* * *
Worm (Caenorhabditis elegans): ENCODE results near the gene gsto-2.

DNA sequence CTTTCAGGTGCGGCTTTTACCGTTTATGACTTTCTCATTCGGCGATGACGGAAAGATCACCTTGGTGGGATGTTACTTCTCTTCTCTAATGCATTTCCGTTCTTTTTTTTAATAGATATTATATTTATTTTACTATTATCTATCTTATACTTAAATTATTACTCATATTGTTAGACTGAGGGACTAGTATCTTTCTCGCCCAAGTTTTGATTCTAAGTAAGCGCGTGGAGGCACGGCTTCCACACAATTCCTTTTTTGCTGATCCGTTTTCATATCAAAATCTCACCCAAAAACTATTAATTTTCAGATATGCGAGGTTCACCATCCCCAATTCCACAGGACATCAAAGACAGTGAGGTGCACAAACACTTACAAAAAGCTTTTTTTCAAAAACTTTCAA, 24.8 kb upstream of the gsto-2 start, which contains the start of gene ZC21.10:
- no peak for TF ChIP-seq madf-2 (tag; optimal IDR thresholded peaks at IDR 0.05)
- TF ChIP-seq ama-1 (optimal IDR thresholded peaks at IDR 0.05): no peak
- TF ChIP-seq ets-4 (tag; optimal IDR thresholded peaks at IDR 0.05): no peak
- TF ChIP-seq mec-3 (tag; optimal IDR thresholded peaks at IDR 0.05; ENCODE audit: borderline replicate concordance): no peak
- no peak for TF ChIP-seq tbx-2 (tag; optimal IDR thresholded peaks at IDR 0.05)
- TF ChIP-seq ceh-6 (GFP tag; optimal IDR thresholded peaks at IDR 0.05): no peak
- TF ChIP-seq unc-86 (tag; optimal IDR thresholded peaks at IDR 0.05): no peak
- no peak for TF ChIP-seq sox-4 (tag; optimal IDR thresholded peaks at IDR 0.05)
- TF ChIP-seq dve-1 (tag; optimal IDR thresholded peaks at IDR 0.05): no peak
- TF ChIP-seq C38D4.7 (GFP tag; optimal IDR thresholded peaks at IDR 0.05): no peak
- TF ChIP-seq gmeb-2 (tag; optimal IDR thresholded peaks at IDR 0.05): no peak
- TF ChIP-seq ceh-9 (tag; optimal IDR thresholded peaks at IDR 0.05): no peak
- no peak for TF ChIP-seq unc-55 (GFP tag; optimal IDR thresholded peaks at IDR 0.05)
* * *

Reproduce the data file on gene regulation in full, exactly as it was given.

Worm (Caenorhabditis elegans): ENCODE results near the gene gsto-2.

DNA sequence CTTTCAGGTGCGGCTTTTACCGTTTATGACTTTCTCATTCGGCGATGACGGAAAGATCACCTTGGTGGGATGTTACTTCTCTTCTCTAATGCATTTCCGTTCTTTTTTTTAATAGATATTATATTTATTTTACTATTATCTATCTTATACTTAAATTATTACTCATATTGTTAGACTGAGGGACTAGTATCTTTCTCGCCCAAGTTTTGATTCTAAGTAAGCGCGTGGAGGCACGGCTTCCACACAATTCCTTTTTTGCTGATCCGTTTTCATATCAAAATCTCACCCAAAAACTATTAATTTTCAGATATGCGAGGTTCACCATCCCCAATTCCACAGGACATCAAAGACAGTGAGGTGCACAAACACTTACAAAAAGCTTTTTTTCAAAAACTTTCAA, 24.8 kb upstream of the gsto-2 start, which contains the start of gene ZC21.10:
- no peak for TF ChIP-seq madf-2 (tag; optimal IDR thresholded peaks at IDR 0.05)
- TF ChIP-seq ama-1 (optimal IDR thresholded peaks at IDR 0.05): no peak
- TF ChIP-seq ets-4 (tag; optimal IDR thresholded peaks at IDR 0.05): no peak
- TF ChIP-seq mec-3 (tag; optimal IDR thresholded peaks at IDR 0.05; ENCODE audit: borderline replicate concordance): no peak
- no peak for TF ChIP-seq tbx-2 (tag; optimal IDR thresholded peaks at IDR 0.05)
- TF ChIP-seq ceh-6 (GFP tag; optimal IDR thresholded peaks at IDR 0.05): no peak
- TF ChIP-seq unc-86 (tag; optimal IDR thresholded peaks at IDR 0.05): no peak
- no peak for TF ChIP-seq sox-4 (tag; optimal IDR thresholded peaks at IDR 0.05)
- TF ChIP-seq dve-1 (tag; optimal IDR thresholded peaks at IDR 0.05): no peak
- TF ChIP-seq C38D4.7 (GFP tag; optimal IDR thresholded peaks at IDR 0.05): no peak
- TF ChIP-seq gmeb-2 (tag; optimal IDR thresholded peaks at IDR 0.05): no peak
- TF ChIP-seq ceh-9 (tag; optimal IDR thresholded peaks at IDR 0.05): no peak
- no peak for TF ChIP-seq unc-55 (GFP tag; optimal IDR thresholded peaks at IDR 0.05)